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Lifestyle Development and Health

  • 8 Pages
  • Published On: 2-12-2023

The social context or social environment is referred to as the immediate social and physical environment in which individuals live and execute their everyday actions. In health and social care, social content is seen to shape the lifestyle as well as health outcomes of the individuals. This is because the way individuals live and the social conditions that influence people to perform everyday acts are coherently related with their health and lifestyle development (Pitt et al., 2019). In this essay, through presentation of effective facts, it is to be mentioned to the extent to which social contexts play their role in shaping health-related lifestyle and outcomes of health for individuals.

One of the social contexts is income level of the individuals is seen to highly influence people's health outcomes (Hung et al., 2021). This is because high income is associated to provide individuals higher ability to spend money while maintaining financial stability in availing costly healthcare treatment for highly-effective and preventive measures to achieve better and positive health outcome compared to the low-income people (Gheorghe et al., 2018). However, poor people due to lack of adequate income and lower financial ability fail to avail enough treatment for achieving better and quality health outcome regarding any disease (Yusuf et al., 2020). For example, it is argued by Khaing et al. (2017), Whatsapp cardiovascular diseases are seen to be present among people with low income compared to high-income people. This is because low-income people have limited availability of finances with which they are to arrange basic necessities of the family and living such as arranging home, maintaining education, food and others prior to think of spending money to arrange healthcare intervention and measures yearly for them. Thus, low-income people due to their have monetary constrains fails to maintain yearly check-up, avail early care and maintain effective diet to remain healthy for avoiding cardiovascular disease (Khaing et al., 2017).

In the UK, according to the report of the Health and Safety Executive (HSE) it is seen that 22% of adults from the low-income households are suffering from cardiovascular diseases compared to 16% of adults from high-income families (NHS, 2018). This is because people from low-income households are unable to avail effective early intervention for the prior detection and prevention of the disease (Rosengren et al., 2019). Moreover, in respect to ischemic heart disease, it is seen that 8% of individuals in the low-income quartile are suffering from the condition compared to 3% of individuals who are in the high-income quartile. This is because the low-income quartile does not have enough opportunity and finances in taking preventive measures for avoiding and treating heart issues (healthsurvey, 2018). Thus, it indicates that income level has relation to the presence of health outcomes for example related to heart disease in people in the UK.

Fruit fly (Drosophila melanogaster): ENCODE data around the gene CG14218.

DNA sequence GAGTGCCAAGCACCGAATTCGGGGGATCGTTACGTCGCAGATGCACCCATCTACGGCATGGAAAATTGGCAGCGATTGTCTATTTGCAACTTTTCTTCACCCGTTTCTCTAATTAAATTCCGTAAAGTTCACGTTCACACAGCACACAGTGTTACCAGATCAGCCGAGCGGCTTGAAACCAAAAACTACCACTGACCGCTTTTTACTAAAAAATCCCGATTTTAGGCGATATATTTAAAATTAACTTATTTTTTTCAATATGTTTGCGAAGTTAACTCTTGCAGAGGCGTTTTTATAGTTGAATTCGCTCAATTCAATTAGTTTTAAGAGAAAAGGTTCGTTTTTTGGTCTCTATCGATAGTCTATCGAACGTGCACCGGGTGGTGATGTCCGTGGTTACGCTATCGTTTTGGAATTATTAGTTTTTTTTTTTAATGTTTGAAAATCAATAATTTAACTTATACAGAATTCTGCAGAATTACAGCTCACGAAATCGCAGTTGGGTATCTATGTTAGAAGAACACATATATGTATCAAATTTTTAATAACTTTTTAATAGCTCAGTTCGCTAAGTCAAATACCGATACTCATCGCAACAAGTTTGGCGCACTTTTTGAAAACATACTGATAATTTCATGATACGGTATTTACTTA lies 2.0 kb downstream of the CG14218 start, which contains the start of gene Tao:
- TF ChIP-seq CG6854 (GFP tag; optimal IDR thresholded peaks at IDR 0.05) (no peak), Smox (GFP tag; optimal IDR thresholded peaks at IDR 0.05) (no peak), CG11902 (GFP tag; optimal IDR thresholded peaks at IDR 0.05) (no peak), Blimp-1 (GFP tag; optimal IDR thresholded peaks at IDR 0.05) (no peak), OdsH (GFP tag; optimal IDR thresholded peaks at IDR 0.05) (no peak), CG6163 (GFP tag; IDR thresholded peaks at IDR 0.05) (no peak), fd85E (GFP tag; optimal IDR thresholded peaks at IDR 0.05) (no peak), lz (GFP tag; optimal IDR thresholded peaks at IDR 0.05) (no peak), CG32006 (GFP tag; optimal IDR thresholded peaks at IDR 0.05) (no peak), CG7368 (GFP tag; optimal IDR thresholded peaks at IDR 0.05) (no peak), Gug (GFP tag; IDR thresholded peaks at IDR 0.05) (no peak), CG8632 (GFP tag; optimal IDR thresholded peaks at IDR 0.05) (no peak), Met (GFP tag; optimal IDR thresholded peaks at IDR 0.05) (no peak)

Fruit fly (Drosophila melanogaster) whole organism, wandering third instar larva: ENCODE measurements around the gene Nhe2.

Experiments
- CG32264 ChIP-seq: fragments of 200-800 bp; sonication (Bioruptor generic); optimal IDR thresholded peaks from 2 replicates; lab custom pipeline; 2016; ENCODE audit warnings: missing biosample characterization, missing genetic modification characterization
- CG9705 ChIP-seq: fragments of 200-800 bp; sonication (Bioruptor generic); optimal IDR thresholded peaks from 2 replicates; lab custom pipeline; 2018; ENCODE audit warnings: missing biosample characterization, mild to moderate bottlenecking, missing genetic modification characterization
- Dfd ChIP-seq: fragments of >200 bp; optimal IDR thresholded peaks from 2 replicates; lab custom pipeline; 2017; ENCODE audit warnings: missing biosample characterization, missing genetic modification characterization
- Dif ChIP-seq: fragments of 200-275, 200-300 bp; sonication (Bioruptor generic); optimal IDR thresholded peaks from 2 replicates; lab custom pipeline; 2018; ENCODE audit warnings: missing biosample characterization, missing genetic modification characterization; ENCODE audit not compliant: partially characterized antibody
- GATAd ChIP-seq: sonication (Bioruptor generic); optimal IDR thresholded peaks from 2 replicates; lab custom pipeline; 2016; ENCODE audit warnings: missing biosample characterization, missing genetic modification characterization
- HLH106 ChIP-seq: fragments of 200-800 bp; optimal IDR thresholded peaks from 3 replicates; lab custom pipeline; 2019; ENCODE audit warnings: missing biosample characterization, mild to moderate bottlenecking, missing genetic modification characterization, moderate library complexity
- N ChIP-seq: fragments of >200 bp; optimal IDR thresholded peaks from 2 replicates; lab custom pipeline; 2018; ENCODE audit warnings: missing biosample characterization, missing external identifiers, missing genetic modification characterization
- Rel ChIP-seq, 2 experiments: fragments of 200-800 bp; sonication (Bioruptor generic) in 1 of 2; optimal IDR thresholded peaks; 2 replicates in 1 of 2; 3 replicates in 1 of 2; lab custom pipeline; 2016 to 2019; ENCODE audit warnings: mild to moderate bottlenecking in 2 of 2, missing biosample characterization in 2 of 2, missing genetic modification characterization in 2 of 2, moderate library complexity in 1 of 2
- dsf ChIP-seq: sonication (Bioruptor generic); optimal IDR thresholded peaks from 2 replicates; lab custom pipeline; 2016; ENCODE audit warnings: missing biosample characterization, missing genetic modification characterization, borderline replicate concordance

The income is also found to be highly responsible for influencing the health-related lifestyle of the people. For instance, to maintain a healthy diet with effective availability of foods in adequate amount is related to maintaining healthy lifestyle. This is because it ensures intake of specific amount of nutrient required by the body for supporting its health functioning (Tacon and Metian, 2018). In high-income quartile in the UK, it is seen that they buy more amount of fruits and vegetables compared to foods having saturated fats and increased sugar. However, people in low-income quartile are seen to be dependent on availing fatty and fast foods. This is evident as in 2010 it was seen that 2,167 g of fruits and vegetables was availed in the low-income quartile whereas 2,556g of fruits and vegetables are availed in the higher income quartile. Moreover, 35.3g of saturated fat is availed by each lower-income individuals whereas 30.4g of saturated fats was only availed by each individual in the high-income quartile (BHF, 2012). Thus, it indicates that people with higher income are seen to have capability in spending finances to avail more healthy fruit and vegetable to avail adequate nutrition compared to the people in the lower income quartile.